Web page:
Best vitelliform macular dystrophy is inherited as an autosomal dominant genetic condition. The VMD2 gene is the only gene that has been associated with this condition and has been mapped to chromosome 11q13. Some affected individuals do not have an abnormality in the VMD2 gene. Therefore, other genes may also be associated with this condition.



Chromosomes, which are present in the nucleus of human cells, carry the genetic information for each individual. Human body cells normally have 46 chromosomes. Pairs of human chromosomes are numbered from 1 through 22 and the sex chromosomes are designated X and Y. Males have one X and one Y chromosome and females have two X chromosomes. Each chromosome has a short arm designated "p" and a long arm designated "q". Chromosomes are further sub-divided into many bands that are numbered. For example, "chromosome 11q13" refers to band 13 on the long arm of chromosome 11. The numbered bands specify the location of the thousands of genes that are present on each chromosome.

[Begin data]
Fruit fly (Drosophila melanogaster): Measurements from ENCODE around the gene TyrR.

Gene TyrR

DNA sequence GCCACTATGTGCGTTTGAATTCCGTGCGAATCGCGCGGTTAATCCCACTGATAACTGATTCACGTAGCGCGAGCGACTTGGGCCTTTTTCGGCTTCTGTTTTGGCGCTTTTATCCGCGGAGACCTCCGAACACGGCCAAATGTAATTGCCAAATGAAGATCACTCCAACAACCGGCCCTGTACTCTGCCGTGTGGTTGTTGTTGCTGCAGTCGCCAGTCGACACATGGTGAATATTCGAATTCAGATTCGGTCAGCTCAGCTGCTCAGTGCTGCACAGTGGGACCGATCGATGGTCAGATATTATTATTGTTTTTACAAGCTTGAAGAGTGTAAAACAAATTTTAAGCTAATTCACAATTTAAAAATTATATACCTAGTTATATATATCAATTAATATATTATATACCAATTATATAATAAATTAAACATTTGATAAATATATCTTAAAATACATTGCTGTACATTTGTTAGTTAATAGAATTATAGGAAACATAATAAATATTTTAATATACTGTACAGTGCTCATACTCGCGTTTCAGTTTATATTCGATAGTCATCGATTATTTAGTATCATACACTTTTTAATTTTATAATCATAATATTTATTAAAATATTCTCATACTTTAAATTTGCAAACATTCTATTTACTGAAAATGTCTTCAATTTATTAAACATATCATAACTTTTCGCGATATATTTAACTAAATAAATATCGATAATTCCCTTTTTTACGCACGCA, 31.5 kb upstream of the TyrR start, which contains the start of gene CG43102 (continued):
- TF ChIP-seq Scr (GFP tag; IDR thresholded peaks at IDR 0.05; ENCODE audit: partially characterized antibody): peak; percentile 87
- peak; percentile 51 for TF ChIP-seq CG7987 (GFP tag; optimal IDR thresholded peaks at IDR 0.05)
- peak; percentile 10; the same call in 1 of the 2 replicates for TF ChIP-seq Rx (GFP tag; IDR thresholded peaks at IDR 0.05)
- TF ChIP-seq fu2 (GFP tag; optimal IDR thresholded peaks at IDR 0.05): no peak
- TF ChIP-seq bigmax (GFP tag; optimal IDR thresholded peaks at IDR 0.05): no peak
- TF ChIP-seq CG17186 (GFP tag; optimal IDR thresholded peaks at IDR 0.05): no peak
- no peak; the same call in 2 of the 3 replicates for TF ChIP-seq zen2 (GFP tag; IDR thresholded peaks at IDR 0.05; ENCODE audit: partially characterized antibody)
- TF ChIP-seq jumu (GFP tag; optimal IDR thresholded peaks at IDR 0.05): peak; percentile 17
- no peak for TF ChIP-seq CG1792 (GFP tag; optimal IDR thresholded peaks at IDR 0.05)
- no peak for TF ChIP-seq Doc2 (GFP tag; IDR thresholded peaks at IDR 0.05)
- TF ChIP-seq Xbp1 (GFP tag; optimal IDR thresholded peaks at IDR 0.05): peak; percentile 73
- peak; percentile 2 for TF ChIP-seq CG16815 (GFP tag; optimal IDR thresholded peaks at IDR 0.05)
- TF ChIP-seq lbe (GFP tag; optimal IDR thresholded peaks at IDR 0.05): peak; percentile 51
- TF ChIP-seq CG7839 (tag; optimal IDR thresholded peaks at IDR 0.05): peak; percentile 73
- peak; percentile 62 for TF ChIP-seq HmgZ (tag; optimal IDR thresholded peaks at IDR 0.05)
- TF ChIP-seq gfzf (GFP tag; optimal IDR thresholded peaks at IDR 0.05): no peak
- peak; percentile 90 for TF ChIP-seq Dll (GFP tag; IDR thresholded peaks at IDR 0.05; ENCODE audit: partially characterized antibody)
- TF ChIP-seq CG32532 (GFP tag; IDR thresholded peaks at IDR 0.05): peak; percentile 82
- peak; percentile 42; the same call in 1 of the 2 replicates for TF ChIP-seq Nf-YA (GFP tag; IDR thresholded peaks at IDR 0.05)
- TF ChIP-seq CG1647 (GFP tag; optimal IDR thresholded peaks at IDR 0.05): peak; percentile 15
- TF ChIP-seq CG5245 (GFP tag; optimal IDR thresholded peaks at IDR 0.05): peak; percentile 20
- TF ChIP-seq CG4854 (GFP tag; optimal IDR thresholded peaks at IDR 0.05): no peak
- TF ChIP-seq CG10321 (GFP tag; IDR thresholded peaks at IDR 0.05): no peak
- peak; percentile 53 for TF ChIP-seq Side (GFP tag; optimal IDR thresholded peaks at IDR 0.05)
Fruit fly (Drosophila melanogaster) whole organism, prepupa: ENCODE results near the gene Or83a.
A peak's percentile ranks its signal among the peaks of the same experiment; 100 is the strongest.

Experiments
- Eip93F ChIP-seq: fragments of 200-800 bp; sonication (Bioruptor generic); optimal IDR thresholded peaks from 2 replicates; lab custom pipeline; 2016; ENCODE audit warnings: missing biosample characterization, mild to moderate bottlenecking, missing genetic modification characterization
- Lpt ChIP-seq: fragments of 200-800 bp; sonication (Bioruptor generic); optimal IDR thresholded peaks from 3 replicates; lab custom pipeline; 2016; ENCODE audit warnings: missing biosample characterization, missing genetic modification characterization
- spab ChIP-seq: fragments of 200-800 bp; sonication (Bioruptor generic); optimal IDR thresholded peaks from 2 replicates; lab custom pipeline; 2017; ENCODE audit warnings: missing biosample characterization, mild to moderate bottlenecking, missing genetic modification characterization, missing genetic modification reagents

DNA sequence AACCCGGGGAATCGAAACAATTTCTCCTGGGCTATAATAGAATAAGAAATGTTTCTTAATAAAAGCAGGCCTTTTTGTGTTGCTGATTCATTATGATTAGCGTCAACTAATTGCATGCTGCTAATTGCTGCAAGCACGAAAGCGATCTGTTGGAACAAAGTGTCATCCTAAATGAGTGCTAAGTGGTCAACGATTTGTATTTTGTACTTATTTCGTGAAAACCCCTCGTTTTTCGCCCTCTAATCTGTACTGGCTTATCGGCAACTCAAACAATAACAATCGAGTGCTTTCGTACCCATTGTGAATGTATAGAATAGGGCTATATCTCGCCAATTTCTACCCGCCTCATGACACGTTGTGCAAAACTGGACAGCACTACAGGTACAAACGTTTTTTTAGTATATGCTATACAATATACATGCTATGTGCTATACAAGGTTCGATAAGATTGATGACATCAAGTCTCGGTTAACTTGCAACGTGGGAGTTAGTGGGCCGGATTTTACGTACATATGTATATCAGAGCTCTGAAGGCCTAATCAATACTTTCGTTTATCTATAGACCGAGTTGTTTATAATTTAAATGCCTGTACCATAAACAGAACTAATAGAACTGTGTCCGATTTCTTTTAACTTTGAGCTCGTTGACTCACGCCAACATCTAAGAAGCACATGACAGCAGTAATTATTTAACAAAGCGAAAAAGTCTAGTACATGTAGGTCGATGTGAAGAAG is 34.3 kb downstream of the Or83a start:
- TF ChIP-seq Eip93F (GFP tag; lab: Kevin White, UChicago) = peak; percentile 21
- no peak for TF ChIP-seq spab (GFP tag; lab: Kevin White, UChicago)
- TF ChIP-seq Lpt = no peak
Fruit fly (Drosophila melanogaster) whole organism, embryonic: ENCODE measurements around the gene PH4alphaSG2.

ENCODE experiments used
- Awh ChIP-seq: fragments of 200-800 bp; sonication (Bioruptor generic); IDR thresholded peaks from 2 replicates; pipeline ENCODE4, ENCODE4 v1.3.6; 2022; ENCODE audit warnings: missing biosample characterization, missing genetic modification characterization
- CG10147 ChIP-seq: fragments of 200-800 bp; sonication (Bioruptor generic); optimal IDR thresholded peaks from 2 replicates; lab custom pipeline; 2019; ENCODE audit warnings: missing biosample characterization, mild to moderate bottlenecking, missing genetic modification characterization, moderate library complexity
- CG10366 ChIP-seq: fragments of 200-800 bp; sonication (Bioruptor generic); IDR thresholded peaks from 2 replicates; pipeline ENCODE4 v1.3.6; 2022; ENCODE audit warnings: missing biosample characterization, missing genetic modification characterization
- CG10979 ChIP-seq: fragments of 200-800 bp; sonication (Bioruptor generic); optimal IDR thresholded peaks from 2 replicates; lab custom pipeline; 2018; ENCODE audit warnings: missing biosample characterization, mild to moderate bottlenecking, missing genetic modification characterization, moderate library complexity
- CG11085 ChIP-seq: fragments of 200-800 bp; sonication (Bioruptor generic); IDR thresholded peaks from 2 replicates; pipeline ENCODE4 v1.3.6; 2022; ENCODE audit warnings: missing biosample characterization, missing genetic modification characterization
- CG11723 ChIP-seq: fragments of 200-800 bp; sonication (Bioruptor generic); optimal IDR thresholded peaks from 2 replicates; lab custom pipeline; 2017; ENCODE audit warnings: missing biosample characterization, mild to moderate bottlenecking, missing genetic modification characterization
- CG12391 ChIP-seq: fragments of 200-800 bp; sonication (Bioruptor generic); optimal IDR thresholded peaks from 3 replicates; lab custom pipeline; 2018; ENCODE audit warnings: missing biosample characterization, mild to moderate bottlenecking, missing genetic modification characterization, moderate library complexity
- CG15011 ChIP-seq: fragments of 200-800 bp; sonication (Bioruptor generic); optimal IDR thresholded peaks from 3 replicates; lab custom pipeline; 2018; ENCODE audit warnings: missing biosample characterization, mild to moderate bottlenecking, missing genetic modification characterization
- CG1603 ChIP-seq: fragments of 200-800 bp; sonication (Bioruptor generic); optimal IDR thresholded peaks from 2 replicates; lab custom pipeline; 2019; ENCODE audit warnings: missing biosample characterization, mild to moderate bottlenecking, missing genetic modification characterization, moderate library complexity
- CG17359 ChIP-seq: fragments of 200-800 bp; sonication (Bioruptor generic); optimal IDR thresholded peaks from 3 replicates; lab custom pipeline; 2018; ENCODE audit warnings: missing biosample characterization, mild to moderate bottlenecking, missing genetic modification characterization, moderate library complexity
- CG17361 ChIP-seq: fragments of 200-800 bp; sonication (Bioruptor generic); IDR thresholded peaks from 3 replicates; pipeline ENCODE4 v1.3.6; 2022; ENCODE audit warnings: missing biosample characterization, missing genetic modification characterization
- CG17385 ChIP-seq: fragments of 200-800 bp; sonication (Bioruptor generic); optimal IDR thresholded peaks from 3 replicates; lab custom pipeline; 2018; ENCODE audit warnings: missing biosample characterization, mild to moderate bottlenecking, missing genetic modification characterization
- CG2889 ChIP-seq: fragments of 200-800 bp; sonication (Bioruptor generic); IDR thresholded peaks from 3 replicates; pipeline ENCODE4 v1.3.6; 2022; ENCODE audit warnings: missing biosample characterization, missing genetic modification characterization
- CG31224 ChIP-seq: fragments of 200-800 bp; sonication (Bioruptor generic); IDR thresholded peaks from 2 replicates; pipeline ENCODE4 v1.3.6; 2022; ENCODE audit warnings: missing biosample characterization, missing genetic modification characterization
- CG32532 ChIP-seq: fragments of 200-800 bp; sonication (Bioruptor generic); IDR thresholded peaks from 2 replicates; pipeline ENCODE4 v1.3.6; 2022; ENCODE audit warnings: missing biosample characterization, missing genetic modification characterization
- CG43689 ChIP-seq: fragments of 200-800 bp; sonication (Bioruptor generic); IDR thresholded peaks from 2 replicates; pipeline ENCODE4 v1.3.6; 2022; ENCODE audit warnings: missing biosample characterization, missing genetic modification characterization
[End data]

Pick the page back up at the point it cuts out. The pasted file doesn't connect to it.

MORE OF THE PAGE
Genetic diseases are determined by the combination of genes for a particular trait that are on the chromosomes received from the father and the mother.



Dominant genetic disorders occur when only a single copy of an abnormal gene is necessary for the appearance of the disease. The abnormal gene can be inherited from either parent, or can be the result of a new mutation (gene change) in the affected individual. Most individuals affected with Best vitelliform macular dystrophy have an affected parent. The risk of passing the abnormal gene from affected parent to offspring is 50% for each pregnancy regardless of the sex of the resulting child.

Affected Populations

Best vitelliform macular dystrophy is a rare disease and the prevalence is unknown. This condition has been diagnosed in individuals of European, African and Hispanic ancestry.

Standard Therapies

Diagnosis